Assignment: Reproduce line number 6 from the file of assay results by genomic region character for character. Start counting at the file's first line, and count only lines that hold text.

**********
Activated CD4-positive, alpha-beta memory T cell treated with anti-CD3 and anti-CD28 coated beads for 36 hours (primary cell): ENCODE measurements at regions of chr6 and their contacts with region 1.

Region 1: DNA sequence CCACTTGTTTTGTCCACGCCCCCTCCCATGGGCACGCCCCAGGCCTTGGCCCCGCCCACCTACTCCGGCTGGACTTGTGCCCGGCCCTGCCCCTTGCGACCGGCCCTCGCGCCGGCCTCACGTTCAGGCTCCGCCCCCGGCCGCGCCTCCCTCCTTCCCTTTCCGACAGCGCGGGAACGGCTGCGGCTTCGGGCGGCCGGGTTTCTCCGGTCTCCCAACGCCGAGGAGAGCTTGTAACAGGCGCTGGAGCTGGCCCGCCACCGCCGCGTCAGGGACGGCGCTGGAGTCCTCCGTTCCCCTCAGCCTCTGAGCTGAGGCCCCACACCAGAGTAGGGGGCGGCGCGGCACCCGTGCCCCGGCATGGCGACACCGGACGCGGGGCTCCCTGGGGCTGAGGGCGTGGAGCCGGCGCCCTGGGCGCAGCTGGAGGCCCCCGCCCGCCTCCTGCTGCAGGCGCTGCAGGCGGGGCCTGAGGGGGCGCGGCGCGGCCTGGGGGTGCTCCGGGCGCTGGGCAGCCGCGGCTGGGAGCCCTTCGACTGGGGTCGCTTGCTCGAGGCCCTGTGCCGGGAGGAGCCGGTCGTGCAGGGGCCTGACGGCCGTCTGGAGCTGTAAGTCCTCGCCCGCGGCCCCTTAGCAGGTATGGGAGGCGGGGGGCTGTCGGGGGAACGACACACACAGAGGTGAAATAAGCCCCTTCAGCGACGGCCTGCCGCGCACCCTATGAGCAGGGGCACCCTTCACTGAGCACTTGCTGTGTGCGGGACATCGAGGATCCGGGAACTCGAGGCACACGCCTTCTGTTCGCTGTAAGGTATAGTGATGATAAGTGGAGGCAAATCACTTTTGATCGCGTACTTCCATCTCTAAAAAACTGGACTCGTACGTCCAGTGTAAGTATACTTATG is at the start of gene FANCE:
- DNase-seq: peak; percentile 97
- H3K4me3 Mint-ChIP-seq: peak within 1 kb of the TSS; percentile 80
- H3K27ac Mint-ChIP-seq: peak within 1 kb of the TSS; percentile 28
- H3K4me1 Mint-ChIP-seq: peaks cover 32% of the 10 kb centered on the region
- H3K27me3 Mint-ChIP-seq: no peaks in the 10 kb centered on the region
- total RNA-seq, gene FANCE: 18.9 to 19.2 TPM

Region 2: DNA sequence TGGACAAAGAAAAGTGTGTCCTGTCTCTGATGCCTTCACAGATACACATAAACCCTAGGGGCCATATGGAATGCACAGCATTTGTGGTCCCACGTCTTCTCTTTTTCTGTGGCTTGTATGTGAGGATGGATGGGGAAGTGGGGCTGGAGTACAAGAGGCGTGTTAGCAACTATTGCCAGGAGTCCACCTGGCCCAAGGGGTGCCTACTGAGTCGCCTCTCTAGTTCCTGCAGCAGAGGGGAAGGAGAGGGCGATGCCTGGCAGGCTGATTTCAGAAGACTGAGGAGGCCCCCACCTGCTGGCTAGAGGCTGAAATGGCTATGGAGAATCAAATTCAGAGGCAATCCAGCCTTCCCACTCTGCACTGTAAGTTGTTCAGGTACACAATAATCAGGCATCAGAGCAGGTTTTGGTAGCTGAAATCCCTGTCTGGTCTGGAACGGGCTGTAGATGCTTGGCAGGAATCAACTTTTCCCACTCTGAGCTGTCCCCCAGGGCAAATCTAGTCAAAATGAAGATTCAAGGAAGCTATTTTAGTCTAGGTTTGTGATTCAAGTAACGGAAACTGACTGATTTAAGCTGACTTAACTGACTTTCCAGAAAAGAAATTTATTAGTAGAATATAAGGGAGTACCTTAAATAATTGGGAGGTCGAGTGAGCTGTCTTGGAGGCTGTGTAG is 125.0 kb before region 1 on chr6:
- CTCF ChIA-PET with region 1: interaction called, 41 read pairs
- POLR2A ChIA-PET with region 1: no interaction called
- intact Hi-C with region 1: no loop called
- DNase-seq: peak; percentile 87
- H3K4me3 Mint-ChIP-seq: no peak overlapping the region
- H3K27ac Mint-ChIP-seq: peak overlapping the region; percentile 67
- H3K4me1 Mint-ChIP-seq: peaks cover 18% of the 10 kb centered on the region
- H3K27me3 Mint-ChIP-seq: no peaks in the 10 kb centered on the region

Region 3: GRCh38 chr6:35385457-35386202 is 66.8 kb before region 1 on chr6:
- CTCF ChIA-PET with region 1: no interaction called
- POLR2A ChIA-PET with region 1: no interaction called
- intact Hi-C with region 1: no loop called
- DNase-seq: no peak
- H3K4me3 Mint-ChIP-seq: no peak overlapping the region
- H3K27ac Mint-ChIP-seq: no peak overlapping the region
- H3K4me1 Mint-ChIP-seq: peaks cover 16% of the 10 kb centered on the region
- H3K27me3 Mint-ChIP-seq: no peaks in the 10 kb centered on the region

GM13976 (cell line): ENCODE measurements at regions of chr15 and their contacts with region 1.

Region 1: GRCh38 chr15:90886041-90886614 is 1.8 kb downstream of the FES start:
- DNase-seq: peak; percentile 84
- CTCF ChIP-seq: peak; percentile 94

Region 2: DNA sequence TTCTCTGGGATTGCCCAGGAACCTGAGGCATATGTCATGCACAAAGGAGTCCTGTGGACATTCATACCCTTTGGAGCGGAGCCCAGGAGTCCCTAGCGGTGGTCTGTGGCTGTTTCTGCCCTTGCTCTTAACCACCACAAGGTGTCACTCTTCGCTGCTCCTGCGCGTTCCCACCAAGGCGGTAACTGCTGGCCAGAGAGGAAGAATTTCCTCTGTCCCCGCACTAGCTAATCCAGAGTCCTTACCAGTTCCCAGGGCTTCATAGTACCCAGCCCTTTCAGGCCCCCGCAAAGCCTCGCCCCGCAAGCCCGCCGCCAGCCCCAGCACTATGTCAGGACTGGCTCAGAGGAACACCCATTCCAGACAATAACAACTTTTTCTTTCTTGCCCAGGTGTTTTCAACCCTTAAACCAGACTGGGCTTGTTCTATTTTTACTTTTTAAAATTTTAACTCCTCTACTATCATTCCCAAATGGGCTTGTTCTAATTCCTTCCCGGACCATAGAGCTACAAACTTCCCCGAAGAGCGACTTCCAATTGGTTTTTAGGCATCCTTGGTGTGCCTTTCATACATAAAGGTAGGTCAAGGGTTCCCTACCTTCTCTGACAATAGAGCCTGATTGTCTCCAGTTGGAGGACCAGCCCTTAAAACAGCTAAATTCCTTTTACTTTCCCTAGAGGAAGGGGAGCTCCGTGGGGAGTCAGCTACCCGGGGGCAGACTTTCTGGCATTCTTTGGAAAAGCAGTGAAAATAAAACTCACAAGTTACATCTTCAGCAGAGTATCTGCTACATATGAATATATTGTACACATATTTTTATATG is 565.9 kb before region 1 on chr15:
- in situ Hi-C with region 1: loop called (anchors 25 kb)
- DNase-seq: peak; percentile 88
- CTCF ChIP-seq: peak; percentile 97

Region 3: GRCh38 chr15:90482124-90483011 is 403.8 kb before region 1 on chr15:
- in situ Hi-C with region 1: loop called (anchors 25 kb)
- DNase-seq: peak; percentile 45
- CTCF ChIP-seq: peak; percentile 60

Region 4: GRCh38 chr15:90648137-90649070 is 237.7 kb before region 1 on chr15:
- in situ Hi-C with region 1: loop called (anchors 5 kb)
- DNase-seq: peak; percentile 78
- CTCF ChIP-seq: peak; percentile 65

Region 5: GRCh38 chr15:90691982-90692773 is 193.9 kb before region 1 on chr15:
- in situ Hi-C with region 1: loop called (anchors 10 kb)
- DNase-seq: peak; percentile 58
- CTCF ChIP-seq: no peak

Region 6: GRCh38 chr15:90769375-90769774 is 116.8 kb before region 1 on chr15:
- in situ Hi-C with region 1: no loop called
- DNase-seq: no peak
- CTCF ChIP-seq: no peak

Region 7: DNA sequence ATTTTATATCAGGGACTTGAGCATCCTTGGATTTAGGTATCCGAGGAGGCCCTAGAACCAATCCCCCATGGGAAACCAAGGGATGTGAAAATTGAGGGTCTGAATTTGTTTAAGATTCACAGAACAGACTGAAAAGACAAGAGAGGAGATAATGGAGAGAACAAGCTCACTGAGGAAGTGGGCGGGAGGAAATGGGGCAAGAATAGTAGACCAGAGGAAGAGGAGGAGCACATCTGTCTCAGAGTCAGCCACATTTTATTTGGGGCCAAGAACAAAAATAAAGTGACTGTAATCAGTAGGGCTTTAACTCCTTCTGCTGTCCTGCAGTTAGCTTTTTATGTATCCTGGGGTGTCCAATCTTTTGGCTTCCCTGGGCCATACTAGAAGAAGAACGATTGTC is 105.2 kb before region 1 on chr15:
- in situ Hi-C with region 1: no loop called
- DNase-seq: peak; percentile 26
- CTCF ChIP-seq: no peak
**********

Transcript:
- H3K4me1 Mint-ChIP-seq: peaks cover 32% of the 10 kb centered on the region